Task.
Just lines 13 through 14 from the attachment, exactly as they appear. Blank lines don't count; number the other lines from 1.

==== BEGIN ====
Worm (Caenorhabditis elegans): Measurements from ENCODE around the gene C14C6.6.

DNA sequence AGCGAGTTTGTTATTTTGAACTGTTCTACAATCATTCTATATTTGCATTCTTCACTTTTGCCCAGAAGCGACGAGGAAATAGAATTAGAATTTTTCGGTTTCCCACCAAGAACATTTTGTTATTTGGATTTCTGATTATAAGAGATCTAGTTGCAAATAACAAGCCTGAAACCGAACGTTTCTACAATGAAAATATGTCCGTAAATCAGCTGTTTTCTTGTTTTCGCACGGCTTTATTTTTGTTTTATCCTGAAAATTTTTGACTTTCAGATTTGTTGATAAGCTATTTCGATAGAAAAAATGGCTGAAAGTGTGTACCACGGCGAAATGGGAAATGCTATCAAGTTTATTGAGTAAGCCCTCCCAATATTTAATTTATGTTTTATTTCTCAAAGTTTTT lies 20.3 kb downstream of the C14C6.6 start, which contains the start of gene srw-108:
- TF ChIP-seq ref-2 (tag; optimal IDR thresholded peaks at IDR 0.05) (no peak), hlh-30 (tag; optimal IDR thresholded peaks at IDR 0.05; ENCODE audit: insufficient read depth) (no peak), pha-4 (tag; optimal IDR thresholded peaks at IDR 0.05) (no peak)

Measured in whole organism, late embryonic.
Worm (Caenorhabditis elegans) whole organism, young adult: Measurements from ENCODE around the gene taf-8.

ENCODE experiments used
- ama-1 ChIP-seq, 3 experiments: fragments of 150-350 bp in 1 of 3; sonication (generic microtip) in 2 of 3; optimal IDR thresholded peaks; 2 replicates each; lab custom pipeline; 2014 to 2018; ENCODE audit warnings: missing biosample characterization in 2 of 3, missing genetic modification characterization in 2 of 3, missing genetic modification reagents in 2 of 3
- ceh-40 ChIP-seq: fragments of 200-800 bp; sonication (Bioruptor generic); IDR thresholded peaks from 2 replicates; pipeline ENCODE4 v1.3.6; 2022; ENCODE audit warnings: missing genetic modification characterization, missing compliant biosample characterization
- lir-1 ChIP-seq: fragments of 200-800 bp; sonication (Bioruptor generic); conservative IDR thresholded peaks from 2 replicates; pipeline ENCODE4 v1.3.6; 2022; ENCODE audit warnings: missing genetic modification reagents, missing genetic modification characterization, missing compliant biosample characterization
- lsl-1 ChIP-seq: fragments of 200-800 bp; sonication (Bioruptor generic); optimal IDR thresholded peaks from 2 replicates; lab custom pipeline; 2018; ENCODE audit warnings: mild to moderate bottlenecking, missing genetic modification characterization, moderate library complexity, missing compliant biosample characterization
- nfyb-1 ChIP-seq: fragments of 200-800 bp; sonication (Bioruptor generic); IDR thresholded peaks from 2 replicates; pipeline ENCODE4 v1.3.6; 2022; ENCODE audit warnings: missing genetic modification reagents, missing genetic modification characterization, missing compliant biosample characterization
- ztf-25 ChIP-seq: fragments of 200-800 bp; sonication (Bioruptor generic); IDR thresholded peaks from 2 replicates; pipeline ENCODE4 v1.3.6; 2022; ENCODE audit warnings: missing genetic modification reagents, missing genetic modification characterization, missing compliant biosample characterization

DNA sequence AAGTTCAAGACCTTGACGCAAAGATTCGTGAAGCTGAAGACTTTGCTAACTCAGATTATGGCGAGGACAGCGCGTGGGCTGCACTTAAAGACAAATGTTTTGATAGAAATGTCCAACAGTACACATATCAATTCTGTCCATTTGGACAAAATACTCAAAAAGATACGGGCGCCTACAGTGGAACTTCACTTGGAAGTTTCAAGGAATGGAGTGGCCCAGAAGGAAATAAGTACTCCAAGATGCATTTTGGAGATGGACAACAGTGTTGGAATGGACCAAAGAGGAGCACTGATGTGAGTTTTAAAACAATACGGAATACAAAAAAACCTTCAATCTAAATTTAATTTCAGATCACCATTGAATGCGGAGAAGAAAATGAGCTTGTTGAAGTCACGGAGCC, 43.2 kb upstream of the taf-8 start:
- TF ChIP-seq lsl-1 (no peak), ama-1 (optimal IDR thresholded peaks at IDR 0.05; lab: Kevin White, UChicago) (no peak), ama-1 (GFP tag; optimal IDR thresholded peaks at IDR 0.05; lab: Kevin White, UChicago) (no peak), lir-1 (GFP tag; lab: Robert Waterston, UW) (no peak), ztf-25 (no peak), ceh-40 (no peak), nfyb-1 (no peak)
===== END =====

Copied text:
DNA sequence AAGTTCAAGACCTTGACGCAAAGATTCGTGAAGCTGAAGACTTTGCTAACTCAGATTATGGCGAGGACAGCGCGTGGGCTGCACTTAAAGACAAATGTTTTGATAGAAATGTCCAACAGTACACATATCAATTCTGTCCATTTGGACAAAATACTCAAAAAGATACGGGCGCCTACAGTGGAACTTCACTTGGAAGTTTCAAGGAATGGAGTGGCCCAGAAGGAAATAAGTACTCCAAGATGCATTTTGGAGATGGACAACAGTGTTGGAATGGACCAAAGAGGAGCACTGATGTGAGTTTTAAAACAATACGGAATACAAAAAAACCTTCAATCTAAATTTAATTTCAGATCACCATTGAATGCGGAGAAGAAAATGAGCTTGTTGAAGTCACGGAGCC, 43.2 kb upstream of the taf-8 start:
- TF ChIP-seq lsl-1 (no peak), ama-1 (optimal IDR thresholded peaks at IDR 0.05; lab: Kevin White, UChicago) (no peak), ama-1 (GFP tag; optimal IDR thresholded peaks at IDR 0.05; lab: Kevin White, UChicago) (no peak), lir-1 (GFP tag; lab: Robert Waterston, UW) (no peak), ztf-25 (no peak), ceh-40 (no peak), nfyb-1 (no peak)